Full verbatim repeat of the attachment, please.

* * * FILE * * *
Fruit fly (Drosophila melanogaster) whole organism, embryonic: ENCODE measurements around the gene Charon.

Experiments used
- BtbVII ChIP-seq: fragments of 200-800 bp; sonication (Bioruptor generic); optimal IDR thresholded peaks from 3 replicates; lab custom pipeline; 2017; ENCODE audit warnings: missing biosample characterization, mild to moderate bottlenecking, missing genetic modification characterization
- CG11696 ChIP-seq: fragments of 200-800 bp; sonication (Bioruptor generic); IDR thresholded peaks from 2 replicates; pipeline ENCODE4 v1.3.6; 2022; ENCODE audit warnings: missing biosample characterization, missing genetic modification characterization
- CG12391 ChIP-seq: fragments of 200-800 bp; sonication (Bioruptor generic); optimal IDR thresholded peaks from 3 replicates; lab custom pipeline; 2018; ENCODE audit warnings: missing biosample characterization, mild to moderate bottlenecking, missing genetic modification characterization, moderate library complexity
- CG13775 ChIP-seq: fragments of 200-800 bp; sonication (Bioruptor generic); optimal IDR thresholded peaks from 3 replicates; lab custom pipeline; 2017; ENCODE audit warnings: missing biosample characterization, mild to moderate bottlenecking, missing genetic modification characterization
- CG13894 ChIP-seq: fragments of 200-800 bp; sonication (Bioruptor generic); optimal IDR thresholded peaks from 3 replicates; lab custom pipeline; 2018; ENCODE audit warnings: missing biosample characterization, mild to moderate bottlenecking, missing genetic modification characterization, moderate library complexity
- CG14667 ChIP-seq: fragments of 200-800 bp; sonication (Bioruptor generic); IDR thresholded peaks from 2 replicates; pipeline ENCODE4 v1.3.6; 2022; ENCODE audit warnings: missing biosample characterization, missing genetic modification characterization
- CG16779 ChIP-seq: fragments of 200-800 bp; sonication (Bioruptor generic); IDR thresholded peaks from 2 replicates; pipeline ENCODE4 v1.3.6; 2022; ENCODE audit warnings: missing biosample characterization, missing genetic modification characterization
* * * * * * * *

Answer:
Fruit fly (Drosophila melanogaster) whole organism, embryonic: ENCODE measurements around the gene Charon.

Experiments used
- BtbVII ChIP-seq: fragments of 200-800 bp; sonication (Bioruptor generic); optimal IDR thresholded peaks from 3 replicates; lab custom pipeline; 2017; ENCODE audit warnings: missing biosample characterization, mild to moderate bottlenecking, missing genetic modification characterization
- CG11696 ChIP-seq: fragments of 200-800 bp; sonication (Bioruptor generic); IDR thresholded peaks from 2 replicates; pipeline ENCODE4 v1.3.6; 2022; ENCODE audit warnings: missing biosample characterization, missing genetic modification characterization
- CG12391 ChIP-seq: fragments of 200-800 bp; sonication (Bioruptor generic); optimal IDR thresholded peaks from 3 replicates; lab custom pipeline; 2018; ENCODE audit warnings: missing biosample characterization, mild to moderate bottlenecking, missing genetic modification characterization, moderate library complexity
- CG13775 ChIP-seq: fragments of 200-800 bp; sonication (Bioruptor generic); optimal IDR thresholded peaks from 3 replicates; lab custom pipeline; 2017; ENCODE audit warnings: missing biosample characterization, mild to moderate bottlenecking, missing genetic modification characterization
- CG13894 ChIP-seq: fragments of 200-800 bp; sonication (Bioruptor generic); optimal IDR thresholded peaks from 3 replicates; lab custom pipeline; 2018; ENCODE audit warnings: missing biosample characterization, mild to moderate bottlenecking, missing genetic modification characterization, moderate library complexity
- CG14667 ChIP-seq: fragments of 200-800 bp; sonication (Bioruptor generic); IDR thresholded peaks from 2 replicates; pipeline ENCODE4 v1.3.6; 2022; ENCODE audit warnings: missing biosample characterization, missing genetic modification characterization
- CG16779 ChIP-seq: fragments of 200-800 bp; sonication (Bioruptor generic); IDR thresholded peaks from 2 replicates; pipeline ENCODE4 v1.3.6; 2022; ENCODE audit warnings: missing biosample characterization, missing genetic modification characterization